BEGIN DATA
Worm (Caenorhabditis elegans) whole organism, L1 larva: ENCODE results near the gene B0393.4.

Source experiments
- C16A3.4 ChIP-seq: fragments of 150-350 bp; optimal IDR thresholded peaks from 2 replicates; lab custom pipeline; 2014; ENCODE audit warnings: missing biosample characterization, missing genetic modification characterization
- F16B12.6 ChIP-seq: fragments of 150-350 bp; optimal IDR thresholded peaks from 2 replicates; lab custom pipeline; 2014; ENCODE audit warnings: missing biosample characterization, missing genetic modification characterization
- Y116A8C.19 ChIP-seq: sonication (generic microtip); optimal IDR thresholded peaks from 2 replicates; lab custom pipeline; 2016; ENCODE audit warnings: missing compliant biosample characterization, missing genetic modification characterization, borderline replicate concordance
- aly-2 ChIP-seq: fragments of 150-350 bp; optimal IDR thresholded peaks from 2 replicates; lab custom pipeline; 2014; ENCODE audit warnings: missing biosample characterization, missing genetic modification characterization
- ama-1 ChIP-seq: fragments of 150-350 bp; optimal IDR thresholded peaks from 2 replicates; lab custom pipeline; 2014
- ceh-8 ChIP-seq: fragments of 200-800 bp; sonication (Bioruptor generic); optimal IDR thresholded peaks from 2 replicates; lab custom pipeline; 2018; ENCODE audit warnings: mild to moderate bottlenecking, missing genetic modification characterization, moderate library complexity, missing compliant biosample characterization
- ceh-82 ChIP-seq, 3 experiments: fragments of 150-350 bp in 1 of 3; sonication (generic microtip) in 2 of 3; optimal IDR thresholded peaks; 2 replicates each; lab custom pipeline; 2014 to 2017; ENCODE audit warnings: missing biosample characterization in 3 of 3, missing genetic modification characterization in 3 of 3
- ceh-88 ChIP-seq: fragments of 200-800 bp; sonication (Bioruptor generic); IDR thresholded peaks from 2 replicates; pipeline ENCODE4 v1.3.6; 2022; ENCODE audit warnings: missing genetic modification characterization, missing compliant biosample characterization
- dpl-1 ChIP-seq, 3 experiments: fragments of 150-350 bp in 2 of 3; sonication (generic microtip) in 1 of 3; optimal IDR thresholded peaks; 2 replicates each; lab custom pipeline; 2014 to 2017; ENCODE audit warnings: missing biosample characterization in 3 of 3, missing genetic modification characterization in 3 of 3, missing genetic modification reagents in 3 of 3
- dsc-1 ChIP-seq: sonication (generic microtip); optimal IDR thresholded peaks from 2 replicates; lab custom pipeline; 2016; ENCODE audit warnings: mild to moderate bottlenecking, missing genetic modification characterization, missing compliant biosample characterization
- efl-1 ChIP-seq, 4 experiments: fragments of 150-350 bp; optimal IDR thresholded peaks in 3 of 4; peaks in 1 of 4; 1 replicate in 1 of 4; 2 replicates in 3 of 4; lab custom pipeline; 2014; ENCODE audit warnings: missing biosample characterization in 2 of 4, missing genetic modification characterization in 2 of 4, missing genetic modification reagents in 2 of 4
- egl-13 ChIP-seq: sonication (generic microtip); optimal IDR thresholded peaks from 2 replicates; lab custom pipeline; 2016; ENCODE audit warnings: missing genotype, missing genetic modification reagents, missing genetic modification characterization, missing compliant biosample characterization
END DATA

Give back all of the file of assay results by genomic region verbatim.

Worm (Caenorhabditis elegans) whole organism, L1 larva: ENCODE results near the gene B0393.4.

Source experiments
- C16A3.4 ChIP-seq: fragments of 150-350 bp; optimal IDR thresholded peaks from 2 replicates; lab custom pipeline; 2014; ENCODE audit warnings: missing biosample characterization, missing genetic modification characterization
- F16B12.6 ChIP-seq: fragments of 150-350 bp; optimal IDR thresholded peaks from 2 replicates; lab custom pipeline; 2014; ENCODE audit warnings: missing biosample characterization, missing genetic modification characterization
- Y116A8C.19 ChIP-seq: sonication (generic microtip); optimal IDR thresholded peaks from 2 replicates; lab custom pipeline; 2016; ENCODE audit warnings: missing compliant biosample characterization, missing genetic modification characterization, borderline replicate concordance
- aly-2 ChIP-seq: fragments of 150-350 bp; optimal IDR thresholded peaks from 2 replicates; lab custom pipeline; 2014; ENCODE audit warnings: missing biosample characterization, missing genetic modification characterization
- ama-1 ChIP-seq: fragments of 150-350 bp; optimal IDR thresholded peaks from 2 replicates; lab custom pipeline; 2014
- ceh-8 ChIP-seq: fragments of 200-800 bp; sonication (Bioruptor generic); optimal IDR thresholded peaks from 2 replicates; lab custom pipeline; 2018; ENCODE audit warnings: mild to moderate bottlenecking, missing genetic modification characterization, moderate library complexity, missing compliant biosample characterization
- ceh-82 ChIP-seq, 3 experiments: fragments of 150-350 bp in 1 of 3; sonication (generic microtip) in 2 of 3; optimal IDR thresholded peaks; 2 replicates each; lab custom pipeline; 2014 to 2017; ENCODE audit warnings: missing biosample characterization in 3 of 3, missing genetic modification characterization in 3 of 3
- ceh-88 ChIP-seq: fragments of 200-800 bp; sonication (Bioruptor generic); IDR thresholded peaks from 2 replicates; pipeline ENCODE4 v1.3.6; 2022; ENCODE audit warnings: missing genetic modification characterization, missing compliant biosample characterization
- dpl-1 ChIP-seq, 3 experiments: fragments of 150-350 bp in 2 of 3; sonication (generic microtip) in 1 of 3; optimal IDR thresholded peaks; 2 replicates each; lab custom pipeline; 2014 to 2017; ENCODE audit warnings: missing biosample characterization in 3 of 3, missing genetic modification characterization in 3 of 3, missing genetic modification reagents in 3 of 3
- dsc-1 ChIP-seq: sonication (generic microtip); optimal IDR thresholded peaks from 2 replicates; lab custom pipeline; 2016; ENCODE audit warnings: mild to moderate bottlenecking, missing genetic modification characterization, missing compliant biosample characterization
- efl-1 ChIP-seq, 4 experiments: fragments of 150-350 bp; optimal IDR thresholded peaks in 3 of 4; peaks in 1 of 4; 1 replicate in 1 of 4; 2 replicates in 3 of 4; lab custom pipeline; 2014; ENCODE audit warnings: missing biosample characterization in 2 of 4, missing genetic modification characterization in 2 of 4, missing genetic modification reagents in 2 of 4
- egl-13 ChIP-seq: sonication (generic microtip); optimal IDR thresholded peaks from 2 replicates; lab custom pipeline; 2016; ENCODE audit warnings: missing genotype, missing genetic modification reagents, missing genetic modification characterization, missing compliant biosample characterization